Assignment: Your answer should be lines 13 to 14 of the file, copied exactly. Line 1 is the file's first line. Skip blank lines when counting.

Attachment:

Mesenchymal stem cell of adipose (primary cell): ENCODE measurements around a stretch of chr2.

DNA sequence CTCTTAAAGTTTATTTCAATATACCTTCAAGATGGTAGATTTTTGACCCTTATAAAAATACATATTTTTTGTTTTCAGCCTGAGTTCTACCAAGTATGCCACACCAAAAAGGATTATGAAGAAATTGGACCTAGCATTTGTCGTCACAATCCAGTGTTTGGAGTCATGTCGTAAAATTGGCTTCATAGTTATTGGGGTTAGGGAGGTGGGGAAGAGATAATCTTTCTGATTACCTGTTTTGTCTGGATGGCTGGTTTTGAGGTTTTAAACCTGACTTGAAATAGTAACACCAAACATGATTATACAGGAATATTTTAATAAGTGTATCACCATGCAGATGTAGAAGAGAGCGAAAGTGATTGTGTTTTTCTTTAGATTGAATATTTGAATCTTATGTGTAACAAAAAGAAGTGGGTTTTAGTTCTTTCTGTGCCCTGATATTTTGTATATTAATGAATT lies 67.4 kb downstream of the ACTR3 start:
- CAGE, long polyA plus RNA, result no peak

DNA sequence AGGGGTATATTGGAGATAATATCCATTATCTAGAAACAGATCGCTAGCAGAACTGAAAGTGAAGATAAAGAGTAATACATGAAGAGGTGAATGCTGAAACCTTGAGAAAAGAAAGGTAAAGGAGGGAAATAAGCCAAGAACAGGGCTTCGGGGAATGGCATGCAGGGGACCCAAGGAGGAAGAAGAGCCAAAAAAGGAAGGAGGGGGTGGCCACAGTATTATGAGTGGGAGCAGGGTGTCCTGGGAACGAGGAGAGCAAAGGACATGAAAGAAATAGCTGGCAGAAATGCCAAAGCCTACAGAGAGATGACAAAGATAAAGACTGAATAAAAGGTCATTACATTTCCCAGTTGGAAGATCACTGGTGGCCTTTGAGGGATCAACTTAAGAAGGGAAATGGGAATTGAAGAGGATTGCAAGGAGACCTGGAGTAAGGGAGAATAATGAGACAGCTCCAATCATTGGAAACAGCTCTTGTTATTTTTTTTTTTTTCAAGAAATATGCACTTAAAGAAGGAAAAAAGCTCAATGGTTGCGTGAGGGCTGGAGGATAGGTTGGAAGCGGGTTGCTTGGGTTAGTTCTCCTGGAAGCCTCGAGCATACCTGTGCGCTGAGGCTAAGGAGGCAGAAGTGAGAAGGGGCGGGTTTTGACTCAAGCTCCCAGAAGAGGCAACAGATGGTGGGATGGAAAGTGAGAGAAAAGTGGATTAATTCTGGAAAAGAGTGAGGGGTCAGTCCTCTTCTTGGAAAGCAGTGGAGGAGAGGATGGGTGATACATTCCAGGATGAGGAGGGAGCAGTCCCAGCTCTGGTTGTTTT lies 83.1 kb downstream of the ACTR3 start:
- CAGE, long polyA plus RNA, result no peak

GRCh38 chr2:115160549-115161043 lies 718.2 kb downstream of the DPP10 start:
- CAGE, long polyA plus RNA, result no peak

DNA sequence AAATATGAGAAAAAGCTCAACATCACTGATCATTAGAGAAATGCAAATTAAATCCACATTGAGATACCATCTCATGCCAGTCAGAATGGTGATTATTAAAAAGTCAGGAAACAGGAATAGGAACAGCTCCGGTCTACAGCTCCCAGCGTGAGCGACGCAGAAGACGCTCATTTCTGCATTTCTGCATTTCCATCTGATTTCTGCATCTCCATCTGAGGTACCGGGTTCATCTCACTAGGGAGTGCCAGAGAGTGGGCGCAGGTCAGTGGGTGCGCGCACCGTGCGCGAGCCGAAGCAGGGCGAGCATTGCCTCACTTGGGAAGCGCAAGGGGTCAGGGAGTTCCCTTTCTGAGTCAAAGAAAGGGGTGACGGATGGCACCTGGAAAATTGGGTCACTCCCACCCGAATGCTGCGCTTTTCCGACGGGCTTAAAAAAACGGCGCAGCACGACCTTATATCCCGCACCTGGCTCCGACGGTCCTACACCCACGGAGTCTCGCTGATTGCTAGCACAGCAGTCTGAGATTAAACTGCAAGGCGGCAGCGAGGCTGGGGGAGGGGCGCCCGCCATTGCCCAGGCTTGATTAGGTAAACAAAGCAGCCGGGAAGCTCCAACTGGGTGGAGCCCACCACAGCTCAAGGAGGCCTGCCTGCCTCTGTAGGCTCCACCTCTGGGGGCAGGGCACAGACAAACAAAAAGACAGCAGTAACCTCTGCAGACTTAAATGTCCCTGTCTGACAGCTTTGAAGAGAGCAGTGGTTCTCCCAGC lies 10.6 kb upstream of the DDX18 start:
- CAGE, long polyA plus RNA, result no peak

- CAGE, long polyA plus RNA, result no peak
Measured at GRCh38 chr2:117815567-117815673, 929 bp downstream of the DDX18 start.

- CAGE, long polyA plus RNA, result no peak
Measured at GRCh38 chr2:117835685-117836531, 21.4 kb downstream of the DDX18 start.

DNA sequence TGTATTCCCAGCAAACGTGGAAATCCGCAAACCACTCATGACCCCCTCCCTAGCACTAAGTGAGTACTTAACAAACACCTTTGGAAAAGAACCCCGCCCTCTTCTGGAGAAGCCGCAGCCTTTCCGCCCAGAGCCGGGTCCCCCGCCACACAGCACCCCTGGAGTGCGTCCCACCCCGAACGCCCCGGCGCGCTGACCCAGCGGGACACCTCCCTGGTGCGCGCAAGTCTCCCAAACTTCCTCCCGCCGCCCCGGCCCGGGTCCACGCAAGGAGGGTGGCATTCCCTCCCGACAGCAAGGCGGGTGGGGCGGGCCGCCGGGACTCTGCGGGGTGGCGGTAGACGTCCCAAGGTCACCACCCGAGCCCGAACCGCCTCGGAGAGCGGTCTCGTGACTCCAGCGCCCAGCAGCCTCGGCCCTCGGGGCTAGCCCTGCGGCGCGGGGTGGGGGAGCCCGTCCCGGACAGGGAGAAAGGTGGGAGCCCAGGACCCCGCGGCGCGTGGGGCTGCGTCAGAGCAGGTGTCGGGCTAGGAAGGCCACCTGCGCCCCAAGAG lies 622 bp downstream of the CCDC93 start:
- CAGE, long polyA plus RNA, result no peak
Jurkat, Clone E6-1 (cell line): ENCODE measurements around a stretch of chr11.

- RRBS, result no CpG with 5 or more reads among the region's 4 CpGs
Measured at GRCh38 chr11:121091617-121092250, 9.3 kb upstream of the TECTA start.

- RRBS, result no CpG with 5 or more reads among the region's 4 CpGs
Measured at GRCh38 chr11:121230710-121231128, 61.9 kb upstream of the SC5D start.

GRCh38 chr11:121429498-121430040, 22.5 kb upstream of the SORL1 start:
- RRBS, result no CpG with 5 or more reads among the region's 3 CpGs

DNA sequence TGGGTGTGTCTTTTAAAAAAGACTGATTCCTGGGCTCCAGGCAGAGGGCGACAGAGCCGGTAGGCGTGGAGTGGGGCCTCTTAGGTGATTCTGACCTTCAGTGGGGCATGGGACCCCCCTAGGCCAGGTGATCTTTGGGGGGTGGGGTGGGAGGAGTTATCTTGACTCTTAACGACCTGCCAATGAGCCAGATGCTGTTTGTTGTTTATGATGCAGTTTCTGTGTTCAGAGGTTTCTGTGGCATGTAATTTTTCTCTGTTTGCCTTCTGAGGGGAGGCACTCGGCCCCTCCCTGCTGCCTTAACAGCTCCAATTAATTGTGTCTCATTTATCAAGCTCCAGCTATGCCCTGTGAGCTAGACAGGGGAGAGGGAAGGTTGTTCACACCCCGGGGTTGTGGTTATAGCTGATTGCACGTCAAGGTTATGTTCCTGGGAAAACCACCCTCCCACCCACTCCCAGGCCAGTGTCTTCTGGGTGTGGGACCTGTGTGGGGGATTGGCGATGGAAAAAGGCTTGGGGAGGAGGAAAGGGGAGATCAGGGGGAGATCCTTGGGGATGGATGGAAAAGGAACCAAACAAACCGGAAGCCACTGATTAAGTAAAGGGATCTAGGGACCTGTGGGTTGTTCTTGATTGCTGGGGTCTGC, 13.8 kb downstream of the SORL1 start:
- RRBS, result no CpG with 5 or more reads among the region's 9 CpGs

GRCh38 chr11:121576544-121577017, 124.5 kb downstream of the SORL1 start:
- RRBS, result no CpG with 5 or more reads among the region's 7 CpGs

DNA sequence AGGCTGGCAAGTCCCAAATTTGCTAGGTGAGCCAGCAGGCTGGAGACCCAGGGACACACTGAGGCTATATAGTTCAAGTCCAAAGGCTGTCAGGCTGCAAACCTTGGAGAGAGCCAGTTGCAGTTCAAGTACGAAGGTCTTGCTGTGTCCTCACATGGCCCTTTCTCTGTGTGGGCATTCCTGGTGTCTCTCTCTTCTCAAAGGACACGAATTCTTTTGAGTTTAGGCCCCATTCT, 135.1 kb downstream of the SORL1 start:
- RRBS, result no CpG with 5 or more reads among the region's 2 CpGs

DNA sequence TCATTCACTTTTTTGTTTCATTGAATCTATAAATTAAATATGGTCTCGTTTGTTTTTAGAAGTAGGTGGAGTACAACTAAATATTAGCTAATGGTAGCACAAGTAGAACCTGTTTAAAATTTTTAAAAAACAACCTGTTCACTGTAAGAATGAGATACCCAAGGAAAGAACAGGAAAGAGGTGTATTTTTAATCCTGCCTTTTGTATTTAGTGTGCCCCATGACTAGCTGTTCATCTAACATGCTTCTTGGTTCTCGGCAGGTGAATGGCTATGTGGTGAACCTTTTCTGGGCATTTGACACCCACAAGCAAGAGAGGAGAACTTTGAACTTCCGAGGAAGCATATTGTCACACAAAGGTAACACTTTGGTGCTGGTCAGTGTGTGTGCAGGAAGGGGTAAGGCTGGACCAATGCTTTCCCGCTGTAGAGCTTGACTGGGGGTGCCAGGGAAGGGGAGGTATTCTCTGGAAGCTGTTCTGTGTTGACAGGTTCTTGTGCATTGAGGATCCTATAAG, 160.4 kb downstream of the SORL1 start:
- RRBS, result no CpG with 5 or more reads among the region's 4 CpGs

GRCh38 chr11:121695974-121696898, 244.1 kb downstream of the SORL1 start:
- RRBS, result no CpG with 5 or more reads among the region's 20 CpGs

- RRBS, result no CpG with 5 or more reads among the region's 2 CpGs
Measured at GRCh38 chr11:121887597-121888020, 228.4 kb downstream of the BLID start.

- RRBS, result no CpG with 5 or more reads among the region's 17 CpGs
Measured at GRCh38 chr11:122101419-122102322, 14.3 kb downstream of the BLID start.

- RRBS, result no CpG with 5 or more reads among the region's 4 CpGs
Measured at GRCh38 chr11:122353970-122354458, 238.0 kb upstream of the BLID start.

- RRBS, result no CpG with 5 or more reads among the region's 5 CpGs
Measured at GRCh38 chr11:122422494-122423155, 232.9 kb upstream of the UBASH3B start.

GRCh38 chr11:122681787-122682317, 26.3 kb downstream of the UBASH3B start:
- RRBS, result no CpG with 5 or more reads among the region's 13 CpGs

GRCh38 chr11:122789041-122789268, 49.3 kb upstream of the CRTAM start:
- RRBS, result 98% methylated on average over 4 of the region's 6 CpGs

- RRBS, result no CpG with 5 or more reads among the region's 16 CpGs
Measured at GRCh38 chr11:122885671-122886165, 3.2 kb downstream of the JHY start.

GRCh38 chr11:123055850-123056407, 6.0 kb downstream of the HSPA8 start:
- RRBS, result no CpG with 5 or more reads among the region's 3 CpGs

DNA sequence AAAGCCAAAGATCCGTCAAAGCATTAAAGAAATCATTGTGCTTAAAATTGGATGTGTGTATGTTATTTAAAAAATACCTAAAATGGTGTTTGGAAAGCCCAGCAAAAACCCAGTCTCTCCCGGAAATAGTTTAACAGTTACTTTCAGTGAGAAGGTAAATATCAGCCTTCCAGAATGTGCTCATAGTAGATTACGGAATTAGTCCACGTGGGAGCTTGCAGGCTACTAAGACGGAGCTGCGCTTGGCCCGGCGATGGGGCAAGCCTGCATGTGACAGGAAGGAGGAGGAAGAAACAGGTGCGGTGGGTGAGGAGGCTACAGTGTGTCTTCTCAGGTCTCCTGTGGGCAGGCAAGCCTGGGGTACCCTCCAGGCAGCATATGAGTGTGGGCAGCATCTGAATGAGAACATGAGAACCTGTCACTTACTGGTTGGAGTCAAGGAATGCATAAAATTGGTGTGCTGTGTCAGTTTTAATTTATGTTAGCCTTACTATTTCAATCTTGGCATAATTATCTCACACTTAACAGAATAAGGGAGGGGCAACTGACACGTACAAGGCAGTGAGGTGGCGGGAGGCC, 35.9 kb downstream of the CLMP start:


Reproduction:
Measured at GRCh38 chr2:117835685-117836531, 21.4 kb downstream of the DDX18 start.

DNA sequence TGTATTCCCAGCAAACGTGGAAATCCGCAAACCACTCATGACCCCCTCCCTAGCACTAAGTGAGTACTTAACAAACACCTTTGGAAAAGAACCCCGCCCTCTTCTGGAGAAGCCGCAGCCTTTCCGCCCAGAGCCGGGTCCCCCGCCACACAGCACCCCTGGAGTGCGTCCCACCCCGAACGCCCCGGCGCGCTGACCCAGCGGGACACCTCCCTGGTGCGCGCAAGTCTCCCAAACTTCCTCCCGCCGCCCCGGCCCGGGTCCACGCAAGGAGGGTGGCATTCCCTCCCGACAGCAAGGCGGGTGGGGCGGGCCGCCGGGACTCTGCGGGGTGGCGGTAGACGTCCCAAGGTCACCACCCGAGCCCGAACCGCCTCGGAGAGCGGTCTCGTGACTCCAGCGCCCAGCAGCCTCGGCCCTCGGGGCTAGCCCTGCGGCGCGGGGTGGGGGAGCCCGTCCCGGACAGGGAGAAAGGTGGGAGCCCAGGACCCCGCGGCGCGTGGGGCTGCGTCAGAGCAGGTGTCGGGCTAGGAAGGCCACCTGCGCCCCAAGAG lies 622 bp downstream of the CCDC93 start: